Hamill’s Beat - English superiority is explained at last

British Prime Minister David Cameron is greeted by  troops  in Kandahar, Afghanistan.

British Prime Minister David Cameron is greeted by troops in Kandahar, Afghanistan.

0
Have your say

Have you ever wondered why English people have such a sense of superiority? You know the sort of thing.

No matter how many setbacks their sports teams suffer it’s always assumed they’re about to conquer the world.

Those who have to live in other countries are vaguely unfortunate in one sense or another. For instance the poor people who live in ‘Euroland’ have to contend with the terrible euro.

They live “over there” or “out there”. They need David Cameron to help them to understand things.

British forces have to intervene all over the place, like in Iraq, Libya, Afghanistan and Mali to help the poor locals enjoy a better life.

And don’t we know only too well how indebted we are to the British for helping to civilise Ireland?

We might lazily have assumed that the British attitude came from having ‘enjoyed’ a mighty imperial past.

You know Queen Victoria’s great empire on which the sun never set?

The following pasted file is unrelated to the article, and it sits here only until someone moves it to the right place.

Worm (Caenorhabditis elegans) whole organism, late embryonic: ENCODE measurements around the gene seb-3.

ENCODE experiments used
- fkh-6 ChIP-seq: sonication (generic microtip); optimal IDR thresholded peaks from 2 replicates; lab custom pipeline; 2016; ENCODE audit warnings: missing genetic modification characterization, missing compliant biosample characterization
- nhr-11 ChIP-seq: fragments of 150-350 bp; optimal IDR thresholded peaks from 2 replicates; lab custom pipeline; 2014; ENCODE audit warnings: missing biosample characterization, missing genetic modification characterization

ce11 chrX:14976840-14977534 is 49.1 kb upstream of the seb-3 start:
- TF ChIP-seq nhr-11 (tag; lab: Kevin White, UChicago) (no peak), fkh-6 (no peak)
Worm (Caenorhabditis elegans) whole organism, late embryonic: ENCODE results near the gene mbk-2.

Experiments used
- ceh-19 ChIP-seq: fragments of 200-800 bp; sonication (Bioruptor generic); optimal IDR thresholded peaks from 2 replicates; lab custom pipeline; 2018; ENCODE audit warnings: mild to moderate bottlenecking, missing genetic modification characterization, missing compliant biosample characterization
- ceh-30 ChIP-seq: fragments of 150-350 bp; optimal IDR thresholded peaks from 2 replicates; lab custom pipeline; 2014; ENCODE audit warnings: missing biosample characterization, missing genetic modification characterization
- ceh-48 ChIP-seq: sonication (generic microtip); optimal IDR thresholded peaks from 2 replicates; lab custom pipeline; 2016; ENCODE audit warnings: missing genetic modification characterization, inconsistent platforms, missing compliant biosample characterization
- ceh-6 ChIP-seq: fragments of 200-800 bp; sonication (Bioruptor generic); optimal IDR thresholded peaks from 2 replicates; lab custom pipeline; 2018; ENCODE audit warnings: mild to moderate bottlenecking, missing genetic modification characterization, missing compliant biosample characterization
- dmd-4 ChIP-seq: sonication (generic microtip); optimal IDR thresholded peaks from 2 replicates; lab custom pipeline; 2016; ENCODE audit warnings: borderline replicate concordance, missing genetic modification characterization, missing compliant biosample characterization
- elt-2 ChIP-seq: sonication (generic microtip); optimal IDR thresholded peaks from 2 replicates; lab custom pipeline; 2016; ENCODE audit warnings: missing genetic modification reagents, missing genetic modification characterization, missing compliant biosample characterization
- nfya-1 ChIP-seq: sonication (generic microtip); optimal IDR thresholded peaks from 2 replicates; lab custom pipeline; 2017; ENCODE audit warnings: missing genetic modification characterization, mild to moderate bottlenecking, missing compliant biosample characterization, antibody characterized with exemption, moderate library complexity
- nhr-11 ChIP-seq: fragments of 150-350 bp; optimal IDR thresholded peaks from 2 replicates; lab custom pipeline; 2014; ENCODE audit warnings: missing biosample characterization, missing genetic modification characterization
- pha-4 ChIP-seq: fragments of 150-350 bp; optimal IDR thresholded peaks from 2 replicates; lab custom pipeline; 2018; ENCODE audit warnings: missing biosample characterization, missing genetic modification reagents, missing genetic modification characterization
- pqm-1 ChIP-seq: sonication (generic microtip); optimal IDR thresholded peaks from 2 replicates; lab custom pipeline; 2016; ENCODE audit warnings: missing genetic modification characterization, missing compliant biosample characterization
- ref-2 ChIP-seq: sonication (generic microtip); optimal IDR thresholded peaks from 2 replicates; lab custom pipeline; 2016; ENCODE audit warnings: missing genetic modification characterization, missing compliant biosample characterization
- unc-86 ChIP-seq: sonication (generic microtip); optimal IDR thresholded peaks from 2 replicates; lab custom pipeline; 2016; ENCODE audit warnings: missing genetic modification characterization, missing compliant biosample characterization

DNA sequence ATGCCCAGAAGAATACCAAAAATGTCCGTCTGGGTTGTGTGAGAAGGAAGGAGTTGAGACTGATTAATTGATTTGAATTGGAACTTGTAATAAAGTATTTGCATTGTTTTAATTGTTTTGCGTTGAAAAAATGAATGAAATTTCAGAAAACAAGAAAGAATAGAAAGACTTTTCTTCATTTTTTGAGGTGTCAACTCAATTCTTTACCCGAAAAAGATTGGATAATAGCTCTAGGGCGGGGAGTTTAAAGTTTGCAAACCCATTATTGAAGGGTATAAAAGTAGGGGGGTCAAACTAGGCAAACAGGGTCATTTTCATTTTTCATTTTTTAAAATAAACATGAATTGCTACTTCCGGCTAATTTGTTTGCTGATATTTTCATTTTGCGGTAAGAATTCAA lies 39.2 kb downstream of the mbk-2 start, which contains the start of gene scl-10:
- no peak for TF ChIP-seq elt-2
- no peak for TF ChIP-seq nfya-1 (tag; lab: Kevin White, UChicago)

People of my age will remember the globes proudly displayed in primary schools with countries all over the world coloured in red to show they were British “possessions”.

As it turns out we’d have been wrong. Fortunately the Daily Telegraph is on hand to tell us how the world works. In that paper Peter Oborne enlightens us.

He says the British are the inheritors of the great philosophical tradition of empiricism. It’s associated with the 18th century philosopher David Hume (1711-1776). It holds that all knowledge must be based on experience.

On the other hand many Europeans have been influenced by lesser philosophers like Hegel, Kant and Plato into believing that ideas matter more than experience. That explains it!

Empiricists believe in rules says Osborne. They value honesty, decency, accuracy and “care for a particular community.” In contrast, the Europeans are much less worried by rule-breaking, especially if it serves the greater good. I think it’s safe to assume that that includes the lawless Irish. Still it’s good that the English are willing to explain things to us.